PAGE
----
Building relationships, building community: Detroit welcomes Sigma Beta Club
July 24, 2017
Sigma Beta Club field day. Photo by Tina Shaw/USFWS.
When you hear the word refuge, what does it mean to you? It’s a simple question, but one which can elicit a variety of responses depending on your perspective. For us, refuges are biologically diverse places for fish, wildlife, and people. They are places to have fun, places to be happy. The question came up recently as more than 200 Sigma Beta Club youth and their mentors came out to spend a day with us at Historic Fort Wayne in Detroit, Michigan.
Detroit River International Wildlife Refuge collaborated with Phi Beta Sigma Fraternity, Incorporated to give youth from across the country a chance to answer this question for themselves. Phi Beta Sigma has been focused on building the next generation of leaders and fostering healthy communities since 1914. Since the 1950s, they have also mentored young men from all walks of life, ages eight to 18. The goal of the day was to connect their young members with conservation professionals to share how they have been making the Detroit River cleaner and healthier for all of us - fish, wildlife, and people.
So, what did they learn? A common thread through the day was the importance of community. Refuges are communities too, whether they are remote or urban. They are places to connect with each other and the natural world. Whether it’s on a hike, bike, paddle, or picnicking with your family, refuges are places where you can feel comfortable exploring. America has more than 560 national wildlife refuges across the country, with more than 100 of them located near cities like Detroit, Minneapolis, Albuquerque, and San Diego. Sigma Beta youth learned that there’s a good chance that they have a refuge in their own backyard!
Meet Myles Heyward, from Newcastle, Washington. He’s an energetic, go-getter, and president of the Seattle Chapter of Sigma Beta Club. Heyward was excited to learn about how refuges work in the local communities around them. He said that he didn’t know quite what to expect from the field day or that he would have so as much fun.
“I’d have to say that my favorite session today was being with the federal wildlife officers. They’ve done a really great job showcasing what it means to manage federal lands and wildlife,” said Heyward.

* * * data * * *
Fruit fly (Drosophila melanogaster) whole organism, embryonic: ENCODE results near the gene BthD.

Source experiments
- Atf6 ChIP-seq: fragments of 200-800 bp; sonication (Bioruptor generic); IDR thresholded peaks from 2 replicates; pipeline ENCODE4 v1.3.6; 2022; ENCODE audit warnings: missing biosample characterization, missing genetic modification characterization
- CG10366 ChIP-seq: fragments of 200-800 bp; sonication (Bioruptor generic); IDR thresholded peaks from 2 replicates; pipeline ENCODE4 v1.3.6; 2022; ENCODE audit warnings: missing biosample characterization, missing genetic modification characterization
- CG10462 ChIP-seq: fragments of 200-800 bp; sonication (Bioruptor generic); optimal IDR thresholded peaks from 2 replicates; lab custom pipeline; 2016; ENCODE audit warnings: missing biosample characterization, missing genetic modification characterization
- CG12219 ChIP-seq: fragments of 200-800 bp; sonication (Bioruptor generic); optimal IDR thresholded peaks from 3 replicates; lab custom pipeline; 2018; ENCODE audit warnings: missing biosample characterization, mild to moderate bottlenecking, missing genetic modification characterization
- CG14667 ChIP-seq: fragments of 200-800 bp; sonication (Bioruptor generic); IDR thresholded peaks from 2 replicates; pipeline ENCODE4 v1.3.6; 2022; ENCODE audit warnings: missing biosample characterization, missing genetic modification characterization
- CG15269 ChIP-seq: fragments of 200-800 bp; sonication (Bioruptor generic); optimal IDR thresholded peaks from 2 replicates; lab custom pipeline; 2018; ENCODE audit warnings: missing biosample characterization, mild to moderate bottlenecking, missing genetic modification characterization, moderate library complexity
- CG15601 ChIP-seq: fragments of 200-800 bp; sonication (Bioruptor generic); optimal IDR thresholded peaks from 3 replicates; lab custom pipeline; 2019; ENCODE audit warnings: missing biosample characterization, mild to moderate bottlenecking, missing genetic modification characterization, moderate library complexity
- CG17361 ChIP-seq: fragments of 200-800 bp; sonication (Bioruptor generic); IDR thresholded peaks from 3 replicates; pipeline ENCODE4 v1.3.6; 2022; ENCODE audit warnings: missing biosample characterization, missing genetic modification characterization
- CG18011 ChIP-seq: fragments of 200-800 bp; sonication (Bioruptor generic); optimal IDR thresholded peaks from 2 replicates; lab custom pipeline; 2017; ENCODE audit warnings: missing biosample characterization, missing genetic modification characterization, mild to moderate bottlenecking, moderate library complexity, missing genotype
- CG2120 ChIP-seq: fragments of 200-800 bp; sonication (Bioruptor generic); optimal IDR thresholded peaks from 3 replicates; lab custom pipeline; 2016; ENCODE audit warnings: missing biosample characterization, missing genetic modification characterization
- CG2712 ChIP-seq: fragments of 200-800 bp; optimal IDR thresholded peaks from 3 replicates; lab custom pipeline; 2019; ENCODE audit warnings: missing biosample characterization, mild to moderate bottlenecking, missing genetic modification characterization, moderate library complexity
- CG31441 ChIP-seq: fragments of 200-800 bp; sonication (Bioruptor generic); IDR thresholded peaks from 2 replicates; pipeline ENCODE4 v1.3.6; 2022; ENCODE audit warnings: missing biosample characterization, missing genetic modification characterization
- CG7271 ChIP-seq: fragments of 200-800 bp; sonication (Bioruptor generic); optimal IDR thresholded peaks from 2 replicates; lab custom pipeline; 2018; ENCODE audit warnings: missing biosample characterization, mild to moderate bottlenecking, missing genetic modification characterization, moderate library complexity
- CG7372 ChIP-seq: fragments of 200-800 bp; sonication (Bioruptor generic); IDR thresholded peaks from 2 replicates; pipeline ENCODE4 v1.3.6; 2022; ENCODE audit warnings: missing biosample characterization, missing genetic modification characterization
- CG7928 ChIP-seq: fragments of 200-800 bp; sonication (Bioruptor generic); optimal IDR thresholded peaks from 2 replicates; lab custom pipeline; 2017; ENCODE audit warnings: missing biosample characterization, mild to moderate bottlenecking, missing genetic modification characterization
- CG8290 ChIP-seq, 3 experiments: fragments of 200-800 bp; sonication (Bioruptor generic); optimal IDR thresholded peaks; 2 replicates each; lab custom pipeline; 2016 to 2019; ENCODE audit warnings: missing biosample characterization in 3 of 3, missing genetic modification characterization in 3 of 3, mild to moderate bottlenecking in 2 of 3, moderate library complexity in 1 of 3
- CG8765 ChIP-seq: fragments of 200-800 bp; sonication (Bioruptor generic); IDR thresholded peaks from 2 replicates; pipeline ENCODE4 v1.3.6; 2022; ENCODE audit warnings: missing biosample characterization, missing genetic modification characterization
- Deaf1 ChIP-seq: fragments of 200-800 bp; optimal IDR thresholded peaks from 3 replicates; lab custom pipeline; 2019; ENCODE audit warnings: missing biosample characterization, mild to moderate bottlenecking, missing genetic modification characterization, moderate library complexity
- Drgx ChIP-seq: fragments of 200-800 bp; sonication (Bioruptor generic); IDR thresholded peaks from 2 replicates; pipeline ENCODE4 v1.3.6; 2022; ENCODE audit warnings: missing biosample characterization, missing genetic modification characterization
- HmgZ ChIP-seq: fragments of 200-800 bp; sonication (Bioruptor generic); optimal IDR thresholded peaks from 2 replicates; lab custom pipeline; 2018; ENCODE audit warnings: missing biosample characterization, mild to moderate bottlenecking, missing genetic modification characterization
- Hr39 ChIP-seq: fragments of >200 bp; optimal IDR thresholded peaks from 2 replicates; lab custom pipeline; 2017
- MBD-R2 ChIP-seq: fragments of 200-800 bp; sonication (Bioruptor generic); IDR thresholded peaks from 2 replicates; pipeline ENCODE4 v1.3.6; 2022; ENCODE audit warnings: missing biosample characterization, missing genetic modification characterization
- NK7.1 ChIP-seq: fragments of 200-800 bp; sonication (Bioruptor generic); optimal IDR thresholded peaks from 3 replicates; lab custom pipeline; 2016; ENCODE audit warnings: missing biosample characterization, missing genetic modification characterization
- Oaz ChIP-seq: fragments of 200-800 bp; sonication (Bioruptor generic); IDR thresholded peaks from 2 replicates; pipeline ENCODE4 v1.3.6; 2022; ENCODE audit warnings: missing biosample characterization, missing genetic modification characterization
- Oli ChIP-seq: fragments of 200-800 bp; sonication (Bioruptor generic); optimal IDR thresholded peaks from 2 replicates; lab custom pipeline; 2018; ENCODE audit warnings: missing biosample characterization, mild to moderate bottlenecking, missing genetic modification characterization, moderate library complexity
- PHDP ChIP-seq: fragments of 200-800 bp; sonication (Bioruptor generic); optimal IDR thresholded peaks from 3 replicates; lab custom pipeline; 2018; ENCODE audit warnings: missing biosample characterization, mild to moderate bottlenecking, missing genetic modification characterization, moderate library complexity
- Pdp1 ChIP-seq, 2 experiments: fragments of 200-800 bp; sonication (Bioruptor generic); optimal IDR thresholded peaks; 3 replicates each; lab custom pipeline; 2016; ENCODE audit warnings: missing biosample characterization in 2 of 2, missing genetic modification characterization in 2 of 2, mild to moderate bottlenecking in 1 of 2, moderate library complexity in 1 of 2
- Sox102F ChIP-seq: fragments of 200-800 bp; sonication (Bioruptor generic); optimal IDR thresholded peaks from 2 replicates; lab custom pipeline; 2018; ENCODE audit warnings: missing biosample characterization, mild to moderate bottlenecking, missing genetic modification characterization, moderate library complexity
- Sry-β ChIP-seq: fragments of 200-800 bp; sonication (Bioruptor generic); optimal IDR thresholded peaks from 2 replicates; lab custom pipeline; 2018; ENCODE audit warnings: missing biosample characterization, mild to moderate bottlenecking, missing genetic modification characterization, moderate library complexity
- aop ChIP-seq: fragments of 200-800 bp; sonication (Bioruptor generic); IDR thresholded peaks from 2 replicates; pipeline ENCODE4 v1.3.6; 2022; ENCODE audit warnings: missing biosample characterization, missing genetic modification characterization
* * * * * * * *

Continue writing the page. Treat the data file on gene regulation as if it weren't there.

Heyward, who will be a senior in the fall, has a plan for his path forward and it’s all about his community and about encouraging others to live an authentic life wherever they call home. At 17, Heyward already runs his own socially-conscious urban apparel business that’s built around this belief and donates 10 percent of his profits to Northwest Harvest, a statewide hunger relief agency. Heyward, and the momentum he creates with his local community, has a ripple effect with the Sigma Beta Club nationwide and is exactly the reason why we reached out to Phi Beta Sigma to partner on opportunities like the Detroit field day. Now Heyward and his fellow Sigma Beta brothers can head back to their communities and help people find their refuge.
The 2017 Sigma Beta Club field day was part of the biennial Phi Beta Sigma Conclave National Leadership Conference that ran concurrently in Detroit and was an invitation for Sigma Club members to follow a conservation career path in the future. Midwest Regional Director Tom Melius and Deputy Regional Director Charlie Wooley were honored to represent the U.S. Fish and Wildlife Service during the opening ceremony and at the field day.
“Across the nation, wildlife refuges and our other facilities are teaming up with local Sigma chapters to introduce young people to outdoor recreation, wildlife management, and STEM-based careers. Our goal is to continue to build on these efforts and introduce more young people to the possibilities inherent in nature - both through their careers and their health and well-being,” said Midwest Regional Director Tom Melius.
Phi Beta Sigma Fraternity was founded at Howard University in Washington, D.C., January 9, 1914 and was the first Greek organization to develop a youth auxiliary group in the early 1950s. Today, the fraternity serves through a membership of more than 200,000 men in more than 700 chapters in the United States, Africa, Europe, Asia, and the Caribbean. Although Phi Beta Sigma is considered a predominantly African-American Fraternity, its membership also consists of diverse college-educated men of African, Caucasian, Hispanic, Native American and Asian descent.
The staff of Detroit River International Wildlife Refuge would like to extend a special thanks to Historic Fort Wayne Project Manager James Conway with Detroit Parks and Recreation and Historic Ft. Wayne Coalition Chairman Tom Berlucchi for hosting the field day event.
Learn more about Sigma Beta Club: http://sigmabetaclub.org/
Learn more about Detroit River International Wildlife Refuge: https://www.fws.gov/refuge/detroit_river/
Sigma Beta members practice mock water rescue. Photo by Tina Shaw/USFWS.
Seattle Chapter of Sigma Beta Club with Tom Melius. Photo by Tina Shaw/USFWS.